Scanning electron microscopy (SEM), transmission electron microscopy (TEM) with selected area diffraction (SAD), high-resolution transmission electron microscopy (HRTEM) with Energy Dispersive x-ray Spectroscopy (EDS), and micro-Raman Spectroscopy and Surface Enhanced micro Raman Spectroscopy (SERS) were used to characterize the resulting carbon and silicon nanostructures. The SEM was performed using a Cam Scan 44FE. The TEM was performed using a Hitachi H-800 operated at 200 kV and the HRTEM was performed using a JEOL JEM 2010F operated at 200 kV, at Michigan State University. A JEOL 4000 EX operated at 400 kV at the University of Michigan was also used for some of the HRTEM analysis. Samples were prepared for TEMIHRTEM by wetting the surface of the sample with ethanol and gently scraping, followed by dispersing the ethanol and sample via a pipette onto holey carbon film TEM grids.
The micro Raman spectroscope consisted of a 0.75 m double monochrometer coupled with an optical microscope, operated in backscattering configuration, with an argon ion laser as the excitation source. 514.5 nm and 488 nm excitation wavelengths were both used in these investigations. SERS spectroscopy was performed as described in Ref.  , using 20 nm of sputtered gold on a glass substrate.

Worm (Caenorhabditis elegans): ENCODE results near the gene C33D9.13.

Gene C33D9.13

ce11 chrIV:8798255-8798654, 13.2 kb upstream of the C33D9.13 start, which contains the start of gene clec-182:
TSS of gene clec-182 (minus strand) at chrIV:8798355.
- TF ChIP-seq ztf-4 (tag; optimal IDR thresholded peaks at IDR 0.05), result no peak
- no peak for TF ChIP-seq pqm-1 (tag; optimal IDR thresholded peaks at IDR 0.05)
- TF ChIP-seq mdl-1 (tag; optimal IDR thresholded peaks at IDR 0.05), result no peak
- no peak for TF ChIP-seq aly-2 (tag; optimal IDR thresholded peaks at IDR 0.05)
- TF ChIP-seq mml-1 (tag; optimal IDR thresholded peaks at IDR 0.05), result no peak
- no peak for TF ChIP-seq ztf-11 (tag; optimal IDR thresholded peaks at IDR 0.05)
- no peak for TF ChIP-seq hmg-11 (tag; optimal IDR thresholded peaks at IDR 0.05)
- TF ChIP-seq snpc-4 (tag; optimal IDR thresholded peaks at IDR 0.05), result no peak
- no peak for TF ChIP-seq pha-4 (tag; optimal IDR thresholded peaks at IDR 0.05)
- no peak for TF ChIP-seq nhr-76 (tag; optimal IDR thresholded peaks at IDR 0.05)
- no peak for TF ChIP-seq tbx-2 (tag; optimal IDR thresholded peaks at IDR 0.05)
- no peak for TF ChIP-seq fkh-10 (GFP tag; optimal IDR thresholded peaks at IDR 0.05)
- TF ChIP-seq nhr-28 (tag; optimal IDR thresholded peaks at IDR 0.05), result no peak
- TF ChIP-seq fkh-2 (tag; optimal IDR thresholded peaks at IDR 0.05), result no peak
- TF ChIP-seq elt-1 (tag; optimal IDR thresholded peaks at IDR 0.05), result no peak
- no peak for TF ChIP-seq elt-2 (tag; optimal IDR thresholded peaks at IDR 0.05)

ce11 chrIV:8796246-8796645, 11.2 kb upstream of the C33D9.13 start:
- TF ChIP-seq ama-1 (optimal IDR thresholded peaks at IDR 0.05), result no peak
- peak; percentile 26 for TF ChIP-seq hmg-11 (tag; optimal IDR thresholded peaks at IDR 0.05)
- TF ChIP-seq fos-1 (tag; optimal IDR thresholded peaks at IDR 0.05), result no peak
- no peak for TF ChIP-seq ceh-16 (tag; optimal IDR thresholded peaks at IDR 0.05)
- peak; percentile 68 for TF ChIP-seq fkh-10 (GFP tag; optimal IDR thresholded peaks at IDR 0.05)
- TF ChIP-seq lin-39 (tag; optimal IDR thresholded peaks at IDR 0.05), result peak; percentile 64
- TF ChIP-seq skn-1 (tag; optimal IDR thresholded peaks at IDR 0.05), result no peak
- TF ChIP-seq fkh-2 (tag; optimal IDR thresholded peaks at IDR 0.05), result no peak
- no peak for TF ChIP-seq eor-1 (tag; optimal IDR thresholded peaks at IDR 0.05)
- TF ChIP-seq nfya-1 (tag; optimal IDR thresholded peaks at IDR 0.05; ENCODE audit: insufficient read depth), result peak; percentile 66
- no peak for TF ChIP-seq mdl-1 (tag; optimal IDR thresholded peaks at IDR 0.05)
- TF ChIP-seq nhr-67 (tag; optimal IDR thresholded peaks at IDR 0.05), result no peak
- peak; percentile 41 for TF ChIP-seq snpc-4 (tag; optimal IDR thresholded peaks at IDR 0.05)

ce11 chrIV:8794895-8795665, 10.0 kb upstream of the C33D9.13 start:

3.1. Scanning Electron Microscopy Results
For the three deposition time periods, SEM images taken at 0″ tilt showed a uniform sparse coverage of fibrous nanostructures on a dotted background. A typical example from the five-hour sample is shown in Fig. 1 . The coverage appeared to be uniform over roughly 4 cm2 sample areas. Upon tilting to 40°, it became apparent that the dotted backgrounds were tips of tapered nanostructures perpendicular to the surface. Interfaces between the fibrous and tapered nanostructures were observed by SEM, as shown in Fig. 1 (a) and (b).
3.2. Transmission Electron Microscopy And Selected Area Diiraction Results And Micro-Raman Results